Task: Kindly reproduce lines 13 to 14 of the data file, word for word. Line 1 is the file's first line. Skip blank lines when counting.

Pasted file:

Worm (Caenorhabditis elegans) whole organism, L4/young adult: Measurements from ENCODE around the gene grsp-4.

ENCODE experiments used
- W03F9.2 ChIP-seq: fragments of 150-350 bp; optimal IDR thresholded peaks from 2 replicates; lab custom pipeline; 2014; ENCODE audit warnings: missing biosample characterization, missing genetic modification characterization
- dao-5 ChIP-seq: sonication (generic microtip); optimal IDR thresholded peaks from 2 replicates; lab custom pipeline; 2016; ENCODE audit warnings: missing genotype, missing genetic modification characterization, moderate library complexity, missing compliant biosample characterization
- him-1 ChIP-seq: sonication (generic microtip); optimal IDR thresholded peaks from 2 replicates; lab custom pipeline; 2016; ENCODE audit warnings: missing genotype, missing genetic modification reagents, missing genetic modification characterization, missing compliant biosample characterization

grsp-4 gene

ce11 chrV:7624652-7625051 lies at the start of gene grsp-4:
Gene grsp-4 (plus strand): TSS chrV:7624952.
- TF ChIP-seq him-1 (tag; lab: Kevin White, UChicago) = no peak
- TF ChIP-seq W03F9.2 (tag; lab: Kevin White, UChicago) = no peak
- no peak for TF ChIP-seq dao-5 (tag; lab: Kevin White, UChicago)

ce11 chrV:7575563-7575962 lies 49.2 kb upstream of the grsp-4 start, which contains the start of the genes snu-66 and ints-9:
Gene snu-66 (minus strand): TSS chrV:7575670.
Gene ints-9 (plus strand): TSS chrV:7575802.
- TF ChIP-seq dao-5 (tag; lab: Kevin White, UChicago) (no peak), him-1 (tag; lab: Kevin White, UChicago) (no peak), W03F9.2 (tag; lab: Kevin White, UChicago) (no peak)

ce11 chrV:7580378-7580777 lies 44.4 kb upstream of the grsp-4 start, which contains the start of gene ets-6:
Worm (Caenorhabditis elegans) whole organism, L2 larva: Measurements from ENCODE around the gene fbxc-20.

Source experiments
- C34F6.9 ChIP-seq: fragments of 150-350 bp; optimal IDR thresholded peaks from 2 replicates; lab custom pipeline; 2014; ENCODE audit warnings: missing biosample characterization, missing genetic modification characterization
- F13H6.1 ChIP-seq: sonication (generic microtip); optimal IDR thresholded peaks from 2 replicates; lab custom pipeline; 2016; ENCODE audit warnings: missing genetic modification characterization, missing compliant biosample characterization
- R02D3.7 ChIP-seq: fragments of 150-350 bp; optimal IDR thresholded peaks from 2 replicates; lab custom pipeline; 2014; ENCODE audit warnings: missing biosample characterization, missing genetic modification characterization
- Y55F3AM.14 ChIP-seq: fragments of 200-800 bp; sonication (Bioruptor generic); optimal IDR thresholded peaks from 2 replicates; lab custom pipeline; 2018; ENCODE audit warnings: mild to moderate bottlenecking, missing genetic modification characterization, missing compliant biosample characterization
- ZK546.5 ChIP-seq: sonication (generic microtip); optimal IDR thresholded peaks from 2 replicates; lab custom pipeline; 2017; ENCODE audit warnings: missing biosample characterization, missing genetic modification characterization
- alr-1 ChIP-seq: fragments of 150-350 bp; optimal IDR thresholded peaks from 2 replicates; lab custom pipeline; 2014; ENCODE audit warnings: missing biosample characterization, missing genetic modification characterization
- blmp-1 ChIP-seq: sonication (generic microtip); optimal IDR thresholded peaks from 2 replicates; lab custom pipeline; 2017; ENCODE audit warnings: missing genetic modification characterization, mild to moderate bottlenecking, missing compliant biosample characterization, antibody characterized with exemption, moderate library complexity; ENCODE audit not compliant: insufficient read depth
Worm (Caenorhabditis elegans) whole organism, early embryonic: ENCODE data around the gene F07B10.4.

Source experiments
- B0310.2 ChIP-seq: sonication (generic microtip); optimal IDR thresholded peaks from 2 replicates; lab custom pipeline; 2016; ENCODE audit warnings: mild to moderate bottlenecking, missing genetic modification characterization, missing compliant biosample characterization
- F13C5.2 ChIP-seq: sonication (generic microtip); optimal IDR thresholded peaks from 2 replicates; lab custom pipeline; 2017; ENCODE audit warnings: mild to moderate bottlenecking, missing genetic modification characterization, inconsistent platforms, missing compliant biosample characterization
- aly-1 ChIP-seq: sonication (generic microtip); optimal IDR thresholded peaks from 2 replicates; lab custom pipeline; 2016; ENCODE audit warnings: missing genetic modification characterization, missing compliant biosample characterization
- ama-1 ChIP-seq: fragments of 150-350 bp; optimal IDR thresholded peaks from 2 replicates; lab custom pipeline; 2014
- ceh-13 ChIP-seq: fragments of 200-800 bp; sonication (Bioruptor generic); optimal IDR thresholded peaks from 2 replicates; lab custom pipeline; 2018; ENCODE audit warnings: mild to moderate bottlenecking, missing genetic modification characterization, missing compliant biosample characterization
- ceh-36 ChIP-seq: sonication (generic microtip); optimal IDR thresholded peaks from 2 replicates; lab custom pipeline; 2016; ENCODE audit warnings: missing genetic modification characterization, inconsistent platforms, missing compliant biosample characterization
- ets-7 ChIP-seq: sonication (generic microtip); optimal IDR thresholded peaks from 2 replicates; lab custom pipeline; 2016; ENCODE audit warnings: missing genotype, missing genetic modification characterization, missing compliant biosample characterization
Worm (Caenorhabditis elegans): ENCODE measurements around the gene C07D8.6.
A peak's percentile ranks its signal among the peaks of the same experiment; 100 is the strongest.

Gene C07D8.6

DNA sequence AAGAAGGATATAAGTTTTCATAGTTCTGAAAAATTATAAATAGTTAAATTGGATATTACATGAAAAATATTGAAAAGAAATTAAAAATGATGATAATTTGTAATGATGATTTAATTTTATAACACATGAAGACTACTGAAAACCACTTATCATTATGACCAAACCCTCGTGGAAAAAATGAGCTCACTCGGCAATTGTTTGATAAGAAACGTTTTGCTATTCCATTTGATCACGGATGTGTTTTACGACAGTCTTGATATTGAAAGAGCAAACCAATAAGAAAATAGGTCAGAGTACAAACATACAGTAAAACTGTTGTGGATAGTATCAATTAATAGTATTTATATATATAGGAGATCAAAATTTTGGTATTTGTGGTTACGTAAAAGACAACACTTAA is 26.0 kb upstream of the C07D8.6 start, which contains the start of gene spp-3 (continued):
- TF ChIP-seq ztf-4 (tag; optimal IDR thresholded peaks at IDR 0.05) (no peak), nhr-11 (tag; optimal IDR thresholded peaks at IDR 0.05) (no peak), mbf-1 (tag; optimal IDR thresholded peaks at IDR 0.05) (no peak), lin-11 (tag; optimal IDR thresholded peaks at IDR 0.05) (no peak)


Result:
Gene snu-66 (minus strand): TSS chrV:7575670.
Gene ints-9 (plus strand): TSS chrV:7575802.